Plough Boy – Curragh, August 7th
Plough Boy is an exposed but likeable handicapper at this point and the seven furlong trip here was on the sharp side for him. Leonard was wise to this and rode positively from the outset, using his stamina having come off the bridle three furlongs out. Perhaps the most likeable aspect of this is the gradual building of momentum and this has been a feature of his riding all season; where some apprentices (and experienced riders) go from tanking to full effort in strides, Leonard goes through the gears more slowly which seems to get better results as the horse is nursed into the race. The best jockeys operate like this and are like good referees – best when you don’t notice them.
Johnny Murtagh is one of the great jockeys in my admittedly short life time but for all the praise of his performances on the big day, his best achievements came in winning on horses that didn’t want to, many of whom were housed at Ballydoyle during his time as stable jockey. Winning the 2013 Irish Oaks aboard Chicquita was perhaps his best ride of all as that filly had literally ran out through a hedge on her penultimate start. In general, jockeys and trainers have gotten wiser to the various kinks of horses in recent years and found ways to counter what could generously be described as quirkiness with things like headgear and riding tactics. Even with these advances, such horses win less often than their ability suggests they should but Leonard is one jockey that seems to get the best out of such types, whether their issues are weak-finishing, awkward head carriage or whatever else.
Of course, these judgements on attitude are subjective, but one interesting way of putting a figure on it is to look at a horse’s in-running trading history; horses that trade odds-on in a race tend to look like they are going to win at some stage. Of Leonard’s 23 winners this season, 7 came on horses whose attitudes are at the very least questionable as seen below:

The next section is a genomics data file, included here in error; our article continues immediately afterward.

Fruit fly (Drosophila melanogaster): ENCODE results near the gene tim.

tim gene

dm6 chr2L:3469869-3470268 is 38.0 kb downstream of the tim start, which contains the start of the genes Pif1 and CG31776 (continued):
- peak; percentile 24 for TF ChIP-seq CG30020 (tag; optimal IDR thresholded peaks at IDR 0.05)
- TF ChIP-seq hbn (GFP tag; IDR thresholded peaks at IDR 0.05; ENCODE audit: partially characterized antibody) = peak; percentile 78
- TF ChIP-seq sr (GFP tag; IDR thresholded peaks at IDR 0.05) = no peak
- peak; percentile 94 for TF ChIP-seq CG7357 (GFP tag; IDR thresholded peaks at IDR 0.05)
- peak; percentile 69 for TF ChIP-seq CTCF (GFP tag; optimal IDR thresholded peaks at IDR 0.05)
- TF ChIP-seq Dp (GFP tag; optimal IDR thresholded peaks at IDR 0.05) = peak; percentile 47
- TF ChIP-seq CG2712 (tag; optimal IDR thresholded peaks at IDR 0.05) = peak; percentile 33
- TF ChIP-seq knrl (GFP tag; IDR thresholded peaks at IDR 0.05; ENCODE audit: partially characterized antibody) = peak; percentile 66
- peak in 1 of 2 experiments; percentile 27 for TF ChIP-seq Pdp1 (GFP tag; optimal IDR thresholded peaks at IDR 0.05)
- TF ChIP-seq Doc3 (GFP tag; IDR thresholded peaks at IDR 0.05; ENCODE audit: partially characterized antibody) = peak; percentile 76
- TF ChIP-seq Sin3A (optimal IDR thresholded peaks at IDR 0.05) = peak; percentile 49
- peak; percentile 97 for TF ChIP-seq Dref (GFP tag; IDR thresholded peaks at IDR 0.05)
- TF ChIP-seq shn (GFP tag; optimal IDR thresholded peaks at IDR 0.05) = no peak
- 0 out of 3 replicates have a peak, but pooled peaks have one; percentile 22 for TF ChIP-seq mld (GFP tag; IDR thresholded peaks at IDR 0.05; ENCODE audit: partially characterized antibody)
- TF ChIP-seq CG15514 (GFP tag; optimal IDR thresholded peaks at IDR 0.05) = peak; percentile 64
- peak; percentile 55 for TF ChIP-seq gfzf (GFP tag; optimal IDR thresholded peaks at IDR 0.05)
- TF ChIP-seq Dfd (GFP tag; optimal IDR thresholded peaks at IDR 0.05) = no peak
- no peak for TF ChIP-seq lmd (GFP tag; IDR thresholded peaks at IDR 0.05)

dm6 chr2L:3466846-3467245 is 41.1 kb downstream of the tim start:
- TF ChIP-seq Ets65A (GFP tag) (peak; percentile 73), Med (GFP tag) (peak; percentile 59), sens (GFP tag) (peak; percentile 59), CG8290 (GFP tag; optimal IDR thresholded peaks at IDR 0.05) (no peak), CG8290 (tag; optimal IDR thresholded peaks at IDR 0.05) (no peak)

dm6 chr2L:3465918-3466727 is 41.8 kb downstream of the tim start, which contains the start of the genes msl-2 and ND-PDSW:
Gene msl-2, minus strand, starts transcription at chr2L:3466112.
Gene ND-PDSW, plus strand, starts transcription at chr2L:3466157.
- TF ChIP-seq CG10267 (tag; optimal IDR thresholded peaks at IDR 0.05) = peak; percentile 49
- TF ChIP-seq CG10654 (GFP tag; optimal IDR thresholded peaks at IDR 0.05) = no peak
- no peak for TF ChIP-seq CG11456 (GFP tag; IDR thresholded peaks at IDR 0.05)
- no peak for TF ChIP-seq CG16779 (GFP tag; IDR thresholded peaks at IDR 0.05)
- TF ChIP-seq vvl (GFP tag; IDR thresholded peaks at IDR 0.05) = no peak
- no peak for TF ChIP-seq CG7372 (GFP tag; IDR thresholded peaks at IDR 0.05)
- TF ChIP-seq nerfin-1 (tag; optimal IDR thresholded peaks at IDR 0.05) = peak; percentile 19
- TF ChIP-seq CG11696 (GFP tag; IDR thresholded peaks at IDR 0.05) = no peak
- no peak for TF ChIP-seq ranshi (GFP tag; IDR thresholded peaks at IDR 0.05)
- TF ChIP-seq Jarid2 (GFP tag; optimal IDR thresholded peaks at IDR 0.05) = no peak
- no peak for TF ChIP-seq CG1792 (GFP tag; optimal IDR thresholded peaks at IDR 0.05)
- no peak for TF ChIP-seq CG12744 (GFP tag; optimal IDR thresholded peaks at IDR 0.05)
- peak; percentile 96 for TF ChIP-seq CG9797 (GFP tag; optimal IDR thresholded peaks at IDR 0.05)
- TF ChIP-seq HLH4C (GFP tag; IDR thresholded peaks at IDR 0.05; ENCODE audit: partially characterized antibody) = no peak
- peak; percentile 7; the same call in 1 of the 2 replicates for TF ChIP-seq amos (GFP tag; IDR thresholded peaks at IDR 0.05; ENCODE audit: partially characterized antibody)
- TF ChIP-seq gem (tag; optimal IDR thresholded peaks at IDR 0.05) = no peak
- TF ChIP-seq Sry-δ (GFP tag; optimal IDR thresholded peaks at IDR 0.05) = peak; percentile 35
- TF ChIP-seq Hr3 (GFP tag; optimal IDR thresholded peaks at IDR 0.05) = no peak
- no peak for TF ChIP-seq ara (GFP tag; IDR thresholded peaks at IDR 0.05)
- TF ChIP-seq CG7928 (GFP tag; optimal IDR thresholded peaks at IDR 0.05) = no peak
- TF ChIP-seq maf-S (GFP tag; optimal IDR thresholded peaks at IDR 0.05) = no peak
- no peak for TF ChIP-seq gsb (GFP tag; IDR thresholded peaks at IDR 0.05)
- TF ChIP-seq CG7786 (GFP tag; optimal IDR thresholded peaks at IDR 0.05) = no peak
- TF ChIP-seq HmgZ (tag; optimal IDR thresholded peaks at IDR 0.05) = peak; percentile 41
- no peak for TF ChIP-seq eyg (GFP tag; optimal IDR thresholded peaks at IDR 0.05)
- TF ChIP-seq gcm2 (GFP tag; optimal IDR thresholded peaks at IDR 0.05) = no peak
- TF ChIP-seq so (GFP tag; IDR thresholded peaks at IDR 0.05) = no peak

- Charlies Missile (2 sub-2.00 trades in defeat in 9 runs)
- Repeater (8 sub-2.00 trades in 45 runs)
- Bobskier (2 sub 2.00 trades in 47 runs)
- Fast In The Wind (2 sub-2.00 trades in 37 runs)
- Catwilldo (two wins) (6 sub-2.00 trades in 48 runs)
- Primo Uomo (3 sub 2.00 trades in 14 runs)
As of Monday, Leonard ranks fifteenth overall in the jockeys table and third among apprentices with Donnacha O’Brien and Gary Halpin ahead of him; both of those have more experience and longer-standing relationships built up. The latter aspect is vital for jockeys as playing the political game and building connections is key to ensuring a good career; talent is certainly not the only thing and perhaps not even the main thing. Rub up an owner or trainer the wrong way? You won’t get the call for riding their well-handicapped horse. Unwilling to put in the grind riding work at different yards or have the wrong agent? Same result.
Leonard however is winning the ‘who you know’ game in 2016 and it’s not even close. Below are the top 20 jockeys in 2016 in order of the number of different trainers they have ridden for:
|Jockey||Yards Ridden For||Yards Won For|
Even allowing for many of the top riders having retainers, Leonard’s achievement here is notable having ridden for 25 more trainers than his nearest pursuer, Leigh Roche. Not only that but he’s left plenty of those connections happy with 17 different yards having a winner with him up, second only to Champion Jockey Pat Smullen. This is a table that makes for interesting reading, not least for seeing which big-name jockeys are (and are not) popular with outside yards but more than anything it bodes well for Leonard into the future.
That’s a future that should be bright in the short-term and punters would do well to keep him on side until his claim is gone at least; to my eye, he is essentially a professional getting five pounds. The bigger picture is murkier. I looked at the last ten apprentice champions – Connor King (twice), Colin Keane, Ronan Whelan, Joseph O’Brien (twice), Ben Curtis, Gary Carroll (twice), Emmet McNamara and Chris Hayes (twice) – and was pleasantly surprised to see how many were still riding at a high level and in Ireland too.
Certainly their outlook is a lot more positive than those champion apprentices in the UK who often seem to burn brightly but fizzle out as their claim goes. Perhaps the standard in Ireland is higher – there are much fewer races after all – and any apprentice who can rise to the top can maintain or even exceed such levels without an allowance. The early signs could hardly be more positive for Leonard, regardless of which criteria one is using.
- Tony Keenan